Seminar in Critical Development Studies hosted by Cornell Global Development and the Graduate Field of Development Sociology
A common trend within major contributions to the debate on the financialization has consisted of giving analytical priority to processes of market-making over institutional regimes of property. This article shifts the gaze towards the latter in order to suggest that global agrarian change under neoliberalism is more an outcome of rentierization than it is of financialization. By considering rent as a class relation that relies on monopoly ownership or control of the circuit of capital, the article shows that crucial elements of agrarian value chains have come to be strongly characterized by rentier dynamics. To illustrate the concrete historical manifestation of the process of rentierization, this article explores the case of Chile’s neoliberalizing and export-oriented agricultural economy. As a result of wide-ranging reforms in the governance of land, ports, water, logistical infrastructure, intellectual property, pensions, and capital markets, Chile’s agro-food system is illustrative of a burgeoning mutation of class power that has placed property owners at the center of the dynamics of wealth creation under late capitalism.
About the speaker:
Martín Arboleda is Assistant Professor of Sociology at the Universidad Diego Portales, Santiago de Chile. His research explores the role that primary commodity production performs in the political economy of global capitalism. His fields of interest include global political economy, critical social theory, and agrarian studies. He is the author of the book Planetary Mine: Territories of Extraction under Late Capitalism (Verso, 2020), as well as of Gobernar la utopía: sobre la planificación y el poder popular (Caja Negra Editora, 2021). His research has been published in scholarly journals such as Geoforum, Journal of Agrarian Change, Antipode, and Society & Space, as well as in non-academic outlets such as Jacobin Magazine, Jacobin América Latina, and Harvard Design Magazine, among others. He is currently working on a long-term research project on the political economy of the globalized food system, as well as on the social and political history of economic planning in Latin America.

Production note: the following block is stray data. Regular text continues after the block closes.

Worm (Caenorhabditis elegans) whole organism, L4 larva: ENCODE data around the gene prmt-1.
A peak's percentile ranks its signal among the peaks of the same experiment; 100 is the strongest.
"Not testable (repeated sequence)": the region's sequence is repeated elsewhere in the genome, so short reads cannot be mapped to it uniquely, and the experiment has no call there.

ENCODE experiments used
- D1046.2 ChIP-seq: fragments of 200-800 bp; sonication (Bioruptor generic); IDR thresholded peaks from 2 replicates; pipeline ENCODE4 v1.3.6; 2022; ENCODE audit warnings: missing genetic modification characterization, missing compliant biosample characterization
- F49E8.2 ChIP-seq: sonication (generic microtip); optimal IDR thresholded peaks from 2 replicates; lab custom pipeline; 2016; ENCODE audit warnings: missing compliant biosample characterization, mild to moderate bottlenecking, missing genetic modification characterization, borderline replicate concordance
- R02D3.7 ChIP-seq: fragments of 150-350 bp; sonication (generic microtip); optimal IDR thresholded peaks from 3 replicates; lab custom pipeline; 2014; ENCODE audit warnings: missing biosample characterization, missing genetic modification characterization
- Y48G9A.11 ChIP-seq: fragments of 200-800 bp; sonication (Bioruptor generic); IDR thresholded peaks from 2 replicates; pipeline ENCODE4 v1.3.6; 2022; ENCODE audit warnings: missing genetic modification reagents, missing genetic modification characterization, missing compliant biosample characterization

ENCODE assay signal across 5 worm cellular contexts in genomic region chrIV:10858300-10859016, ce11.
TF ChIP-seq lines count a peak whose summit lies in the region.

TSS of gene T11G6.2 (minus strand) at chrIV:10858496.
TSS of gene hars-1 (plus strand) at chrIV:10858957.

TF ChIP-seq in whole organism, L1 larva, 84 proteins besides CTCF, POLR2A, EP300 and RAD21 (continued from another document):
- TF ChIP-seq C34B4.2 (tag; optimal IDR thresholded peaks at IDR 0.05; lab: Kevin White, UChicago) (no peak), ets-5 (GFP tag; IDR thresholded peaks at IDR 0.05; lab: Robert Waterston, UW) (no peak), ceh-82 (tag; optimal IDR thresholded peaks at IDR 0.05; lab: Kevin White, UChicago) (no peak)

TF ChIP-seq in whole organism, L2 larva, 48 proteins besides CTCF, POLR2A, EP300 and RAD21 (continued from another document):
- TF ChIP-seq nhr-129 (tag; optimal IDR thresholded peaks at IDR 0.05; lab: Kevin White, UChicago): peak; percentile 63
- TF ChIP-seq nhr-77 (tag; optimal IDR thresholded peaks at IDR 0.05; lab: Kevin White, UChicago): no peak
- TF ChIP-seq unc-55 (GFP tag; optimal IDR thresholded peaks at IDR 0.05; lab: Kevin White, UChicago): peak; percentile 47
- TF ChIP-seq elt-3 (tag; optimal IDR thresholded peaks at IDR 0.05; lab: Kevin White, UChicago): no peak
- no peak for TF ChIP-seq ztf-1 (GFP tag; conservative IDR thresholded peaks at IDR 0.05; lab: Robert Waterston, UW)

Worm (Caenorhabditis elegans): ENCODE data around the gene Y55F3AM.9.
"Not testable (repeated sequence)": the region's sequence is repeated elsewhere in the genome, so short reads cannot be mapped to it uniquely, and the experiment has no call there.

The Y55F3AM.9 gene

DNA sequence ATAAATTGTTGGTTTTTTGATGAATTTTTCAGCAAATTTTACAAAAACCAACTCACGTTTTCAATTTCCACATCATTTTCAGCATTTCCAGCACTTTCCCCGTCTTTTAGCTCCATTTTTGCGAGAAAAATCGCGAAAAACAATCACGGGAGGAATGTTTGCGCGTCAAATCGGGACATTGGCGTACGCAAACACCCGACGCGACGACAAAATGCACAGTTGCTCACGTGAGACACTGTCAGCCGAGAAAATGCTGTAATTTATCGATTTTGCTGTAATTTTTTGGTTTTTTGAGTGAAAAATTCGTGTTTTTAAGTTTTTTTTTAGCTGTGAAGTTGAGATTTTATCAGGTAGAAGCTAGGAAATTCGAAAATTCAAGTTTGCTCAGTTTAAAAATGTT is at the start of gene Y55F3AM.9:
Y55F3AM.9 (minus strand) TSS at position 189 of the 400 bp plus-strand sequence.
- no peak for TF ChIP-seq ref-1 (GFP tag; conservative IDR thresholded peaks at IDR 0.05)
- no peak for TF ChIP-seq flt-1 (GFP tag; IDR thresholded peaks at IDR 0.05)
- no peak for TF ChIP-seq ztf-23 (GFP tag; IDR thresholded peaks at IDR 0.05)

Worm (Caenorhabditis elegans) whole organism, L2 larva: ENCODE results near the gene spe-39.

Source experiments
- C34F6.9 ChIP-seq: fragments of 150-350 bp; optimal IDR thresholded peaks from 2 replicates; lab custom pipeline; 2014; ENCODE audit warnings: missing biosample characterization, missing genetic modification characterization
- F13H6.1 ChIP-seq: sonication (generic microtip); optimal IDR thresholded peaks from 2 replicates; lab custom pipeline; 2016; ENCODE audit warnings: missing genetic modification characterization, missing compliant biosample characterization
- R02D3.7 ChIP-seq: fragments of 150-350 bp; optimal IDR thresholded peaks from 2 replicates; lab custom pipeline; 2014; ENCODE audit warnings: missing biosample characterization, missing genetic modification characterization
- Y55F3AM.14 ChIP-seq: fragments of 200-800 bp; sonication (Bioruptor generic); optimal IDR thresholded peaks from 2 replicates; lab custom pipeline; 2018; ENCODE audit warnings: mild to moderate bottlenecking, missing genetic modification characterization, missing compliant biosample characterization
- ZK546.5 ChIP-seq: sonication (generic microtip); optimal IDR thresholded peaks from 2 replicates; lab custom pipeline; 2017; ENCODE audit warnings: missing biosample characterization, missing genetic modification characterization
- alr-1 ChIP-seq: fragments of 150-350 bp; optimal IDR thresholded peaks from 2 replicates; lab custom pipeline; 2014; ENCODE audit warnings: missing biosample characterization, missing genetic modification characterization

Date & Time
March 25, 2022
3:00 pm - 4:30 pm
More information about this event.
Kelly Merchan, Communications specialist, Global Development
- kim28 [at] cornell.edu
Martin Arboleda, Assistant Professor of Sociology at the Universidad Diego Portales, Santiago de Chile
Department of Global Development
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